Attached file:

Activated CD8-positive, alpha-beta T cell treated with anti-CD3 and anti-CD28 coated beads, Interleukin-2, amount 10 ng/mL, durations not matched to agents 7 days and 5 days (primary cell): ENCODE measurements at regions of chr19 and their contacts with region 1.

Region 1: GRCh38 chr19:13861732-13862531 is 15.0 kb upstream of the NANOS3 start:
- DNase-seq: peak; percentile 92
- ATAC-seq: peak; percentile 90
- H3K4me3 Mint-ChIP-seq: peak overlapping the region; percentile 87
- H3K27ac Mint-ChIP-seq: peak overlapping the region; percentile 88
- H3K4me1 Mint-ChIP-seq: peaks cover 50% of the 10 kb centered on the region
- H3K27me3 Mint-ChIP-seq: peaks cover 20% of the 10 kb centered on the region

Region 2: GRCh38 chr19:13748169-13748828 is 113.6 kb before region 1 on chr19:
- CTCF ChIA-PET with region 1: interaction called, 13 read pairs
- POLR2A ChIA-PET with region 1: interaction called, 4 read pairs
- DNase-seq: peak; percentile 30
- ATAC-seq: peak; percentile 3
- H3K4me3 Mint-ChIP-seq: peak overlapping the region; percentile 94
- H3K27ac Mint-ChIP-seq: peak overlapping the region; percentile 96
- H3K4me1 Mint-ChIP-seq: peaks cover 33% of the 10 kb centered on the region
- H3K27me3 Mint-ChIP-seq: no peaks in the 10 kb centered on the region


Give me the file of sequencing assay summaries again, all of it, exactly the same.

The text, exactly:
Activated CD8-positive, alpha-beta T cell treated with anti-CD3 and anti-CD28 coated beads, Interleukin-2, amount 10 ng/mL, durations not matched to agents 7 days and 5 days (primary cell): ENCODE measurements at regions of chr19 and their contacts with region 1.

Region 1: GRCh38 chr19:13861732-13862531 is 15.0 kb upstream of the NANOS3 start:
- DNase-seq: peak; percentile 92
- ATAC-seq: peak; percentile 90
- H3K4me3 Mint-ChIP-seq: peak overlapping the region; percentile 87
- H3K27ac Mint-ChIP-seq: peak overlapping the region; percentile 88
- H3K4me1 Mint-ChIP-seq: peaks cover 50% of the 10 kb centered on the region
- H3K27me3 Mint-ChIP-seq: peaks cover 20% of the 10 kb centered on the region

Region 2: GRCh38 chr19:13748169-13748828 is 113.6 kb before region 1 on chr19:
- CTCF ChIA-PET with region 1: interaction called, 13 read pairs
- POLR2A ChIA-PET with region 1: interaction called, 4 read pairs
- DNase-seq: peak; percentile 30
- ATAC-seq: peak; percentile 3
- H3K4me3 Mint-ChIP-seq: peak overlapping the region; percentile 94
- H3K27ac Mint-ChIP-seq: peak overlapping the region; percentile 96
- H3K4me1 Mint-ChIP-seq: peaks cover 33% of the 10 kb centered on the region
- H3K27me3 Mint-ChIP-seq: no peaks in the 10 kb centered on the region